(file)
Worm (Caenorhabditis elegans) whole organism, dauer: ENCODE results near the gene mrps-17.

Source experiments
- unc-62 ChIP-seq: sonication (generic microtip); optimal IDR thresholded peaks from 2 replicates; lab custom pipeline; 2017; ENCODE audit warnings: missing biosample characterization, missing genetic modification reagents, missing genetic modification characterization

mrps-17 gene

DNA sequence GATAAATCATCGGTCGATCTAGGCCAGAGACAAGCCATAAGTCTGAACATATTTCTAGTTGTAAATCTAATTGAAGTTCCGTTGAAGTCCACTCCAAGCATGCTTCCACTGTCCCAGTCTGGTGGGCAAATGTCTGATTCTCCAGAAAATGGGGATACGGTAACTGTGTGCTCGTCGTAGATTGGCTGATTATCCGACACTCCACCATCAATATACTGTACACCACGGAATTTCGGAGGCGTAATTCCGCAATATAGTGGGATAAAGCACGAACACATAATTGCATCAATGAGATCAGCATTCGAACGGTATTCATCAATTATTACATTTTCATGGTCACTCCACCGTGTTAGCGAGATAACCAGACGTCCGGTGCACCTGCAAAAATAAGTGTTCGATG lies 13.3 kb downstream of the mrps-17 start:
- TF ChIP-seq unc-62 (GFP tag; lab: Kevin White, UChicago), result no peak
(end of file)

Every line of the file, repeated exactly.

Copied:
Worm (Caenorhabditis elegans) whole organism, dauer: ENCODE results near the gene mrps-17.

Source experiments
- unc-62 ChIP-seq: sonication (generic microtip); optimal IDR thresholded peaks from 2 replicates; lab custom pipeline; 2017; ENCODE audit warnings: missing biosample characterization, missing genetic modification reagents, missing genetic modification characterization

mrps-17 gene

DNA sequence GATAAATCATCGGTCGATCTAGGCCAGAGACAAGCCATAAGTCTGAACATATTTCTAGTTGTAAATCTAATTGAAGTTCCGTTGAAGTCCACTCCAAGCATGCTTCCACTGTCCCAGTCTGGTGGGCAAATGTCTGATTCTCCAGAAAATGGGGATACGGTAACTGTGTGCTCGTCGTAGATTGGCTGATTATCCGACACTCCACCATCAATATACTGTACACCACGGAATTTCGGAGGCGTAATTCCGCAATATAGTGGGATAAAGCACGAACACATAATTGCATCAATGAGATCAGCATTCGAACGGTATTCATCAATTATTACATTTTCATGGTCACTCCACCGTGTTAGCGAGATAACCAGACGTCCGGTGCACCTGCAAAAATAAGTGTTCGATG lies 13.3 kb downstream of the mrps-17 start:
- TF ChIP-seq unc-62 (GFP tag; lab: Kevin White, UChicago), result no peak